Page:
- Anarchist Modernity: Cooperatism and Japanese-Russian Intellectual Relations in Modern Japan by Sho Konishi
Historians and other academics all too often live and work, consciously or unconsciously, within the epistemological paradigms and methodologies of modernity. In particular, they tend to exhibit a passion for representing historical narratives as discrete moments within the time and place of the nation-state. In making sense of the Meiji period, Sho Konishi’s Anarchist Modernity offers a well-researched and well-written alternative to approaches that stress the seemingly definitive influence of Anglo-Saxon and Western European patterns of modernization on Meiji Japan. He shows us that there are other possible approaches to the question of Japanese modernity—ones that do not place the nation-state at the center of the narrative.
Konishi utilizes bibliographical sources in Japanese, Russian, and English to examine “anarchism through anarchists’ cultural practices, their social networks and transnational relations,” and “their understanding of everyday life”; thus he arrives at a historical analysis that goes far beyond nations, “government politics and organized labor movements” (p. 15). Drawing on the notion of “cooperatist anarchism,” Konishi uncovers a myriad of contact points and exchanges between Russian and Japanese intellectuals, particularly in the late Meiji period and in the immediate aftermath of the Russo-Japanese War (1904–1905). As the author boldly asserts, “only via the examination of Russian-Japanese non-state revolutionary encounters can one see the emergence and formulation” of an “independent vision of modernity” in Japan that avoids traditional interpretations of the overriding influence of Western Europe and the United States (p. 91).
The book’s contention is that this Meiji web of contacts among anarchists helped to create a non-Western form of modernity in Japan that eventually “led to a new discourse on democracy in the 1910s and 1920s” (p. 28). Anarchists’ activities, ideas, and imagination extended to the realm of culture and everyday life in ways that would later help what Dennis Dworkin calls “cultural Marxism” to flourish in twentieth-century Japan.1 And the kind of grassroots associations they created in the prewar era contributed to later ideas about democracy and people power. The author argues that anarchist sociopolitical ideas and cultural practices at the turn of the century and in the period that followed helped to create a civic culture of cooperation and resistance [End Page 170] in modern Japan. The corollary to this argument is that modern Japanese democracy owes a historical debt to anarchism and to the culture of cooperation that it helped foster in the Meiji period and beyond.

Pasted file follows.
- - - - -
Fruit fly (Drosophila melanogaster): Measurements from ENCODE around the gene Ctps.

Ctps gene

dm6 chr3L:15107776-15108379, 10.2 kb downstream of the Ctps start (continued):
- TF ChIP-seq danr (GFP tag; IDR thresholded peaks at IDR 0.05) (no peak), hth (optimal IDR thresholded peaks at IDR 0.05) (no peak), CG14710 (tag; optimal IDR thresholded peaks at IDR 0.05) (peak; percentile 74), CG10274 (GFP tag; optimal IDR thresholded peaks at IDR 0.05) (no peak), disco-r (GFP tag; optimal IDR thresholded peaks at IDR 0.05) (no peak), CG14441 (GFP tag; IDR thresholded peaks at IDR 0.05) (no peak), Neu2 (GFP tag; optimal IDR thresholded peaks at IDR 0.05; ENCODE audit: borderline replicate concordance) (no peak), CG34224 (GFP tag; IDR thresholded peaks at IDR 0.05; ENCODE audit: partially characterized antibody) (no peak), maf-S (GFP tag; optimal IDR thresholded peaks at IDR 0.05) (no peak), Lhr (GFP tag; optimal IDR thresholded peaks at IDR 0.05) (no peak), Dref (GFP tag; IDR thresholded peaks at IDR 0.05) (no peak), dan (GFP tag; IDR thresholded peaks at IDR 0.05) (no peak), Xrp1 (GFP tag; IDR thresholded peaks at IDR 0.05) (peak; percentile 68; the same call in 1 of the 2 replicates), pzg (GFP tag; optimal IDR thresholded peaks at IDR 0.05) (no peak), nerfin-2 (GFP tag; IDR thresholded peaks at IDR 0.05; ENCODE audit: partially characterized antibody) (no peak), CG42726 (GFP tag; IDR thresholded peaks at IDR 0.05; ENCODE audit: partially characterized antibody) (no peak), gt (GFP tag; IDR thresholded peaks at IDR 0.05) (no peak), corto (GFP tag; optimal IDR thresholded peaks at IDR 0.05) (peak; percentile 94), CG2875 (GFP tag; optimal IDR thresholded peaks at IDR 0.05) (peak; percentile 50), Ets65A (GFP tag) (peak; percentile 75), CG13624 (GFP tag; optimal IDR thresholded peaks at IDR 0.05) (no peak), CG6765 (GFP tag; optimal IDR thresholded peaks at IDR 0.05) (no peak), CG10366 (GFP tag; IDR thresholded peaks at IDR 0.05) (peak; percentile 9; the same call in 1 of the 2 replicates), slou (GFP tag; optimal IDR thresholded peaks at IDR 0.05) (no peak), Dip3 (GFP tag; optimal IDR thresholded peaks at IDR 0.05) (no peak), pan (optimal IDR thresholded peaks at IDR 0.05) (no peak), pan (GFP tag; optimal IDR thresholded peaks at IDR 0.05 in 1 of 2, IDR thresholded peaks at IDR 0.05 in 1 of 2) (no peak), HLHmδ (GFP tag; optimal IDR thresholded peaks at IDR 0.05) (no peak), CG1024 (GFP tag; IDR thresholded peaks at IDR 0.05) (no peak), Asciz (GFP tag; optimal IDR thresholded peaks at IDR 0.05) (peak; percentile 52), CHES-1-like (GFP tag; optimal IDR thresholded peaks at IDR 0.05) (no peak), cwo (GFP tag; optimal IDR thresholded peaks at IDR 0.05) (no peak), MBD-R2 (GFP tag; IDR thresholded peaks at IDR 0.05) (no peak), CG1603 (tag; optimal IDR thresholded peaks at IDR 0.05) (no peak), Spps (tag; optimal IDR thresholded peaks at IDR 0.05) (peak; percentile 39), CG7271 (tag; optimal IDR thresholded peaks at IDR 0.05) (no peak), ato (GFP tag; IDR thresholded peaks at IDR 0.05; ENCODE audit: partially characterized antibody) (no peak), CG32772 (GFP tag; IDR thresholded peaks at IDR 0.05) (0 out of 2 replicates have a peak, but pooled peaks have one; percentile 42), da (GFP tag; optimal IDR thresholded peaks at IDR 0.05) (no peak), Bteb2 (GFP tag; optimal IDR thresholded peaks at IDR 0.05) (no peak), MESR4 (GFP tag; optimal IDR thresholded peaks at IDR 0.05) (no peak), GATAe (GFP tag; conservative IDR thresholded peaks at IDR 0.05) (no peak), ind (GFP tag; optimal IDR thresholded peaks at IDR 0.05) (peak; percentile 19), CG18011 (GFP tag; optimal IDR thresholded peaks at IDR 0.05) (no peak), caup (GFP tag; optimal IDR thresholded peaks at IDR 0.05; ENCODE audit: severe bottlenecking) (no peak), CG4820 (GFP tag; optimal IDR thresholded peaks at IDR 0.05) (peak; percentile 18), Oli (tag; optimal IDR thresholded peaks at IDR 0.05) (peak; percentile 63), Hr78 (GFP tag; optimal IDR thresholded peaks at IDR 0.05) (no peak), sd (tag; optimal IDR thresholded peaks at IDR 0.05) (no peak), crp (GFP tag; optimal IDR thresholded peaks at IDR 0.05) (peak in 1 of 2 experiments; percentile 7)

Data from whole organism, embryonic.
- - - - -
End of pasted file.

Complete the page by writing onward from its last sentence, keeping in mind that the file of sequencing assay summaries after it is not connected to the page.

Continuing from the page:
Through a large and diverse assortment of bibliographic source materials that include unpublished manuscripts as well as lesser-known texts in several languages, the author also documents how certain Japanese intellectuals were avid readers of the literature of the Russian revolutionary movement of the late nineteenth century. One noteworthy example is provided by Miyazaki Muryū (1855–1889), who “adopted and translated the famous account of the Russian Populist movement Underground Russia by Stepniak-Kravchinskii” (p. 88). According to Konishi, such literature, and the active exchanges between intellectuals that accompanied it, also helped to influence the formation and direction of the Freedom and People’s Rights Movement of the 1880s, suggesting that the influence of transnational anarchism on Japan can be detected in one of the earliest major social and political movements of the Meiji period.
The author goes on to discuss the Nonwar Movement (hisen undō) that was active during the Russo-Japanese War as an important and complex instance of the agency of ordinary citizens independent of the ontological and political framework of the nation-state. The trope against which this movement can be mapped historically was that of “the people” (heimin). While the capitalistic and nationalistic idea of the nation defined the people as subjects of the imperial state, heimin represented what Konishi calls a “concretized notion of humanity that extended beyond race, ethnicity, and the territory of the nation-state” (p. 145). Historically, however, the idea of...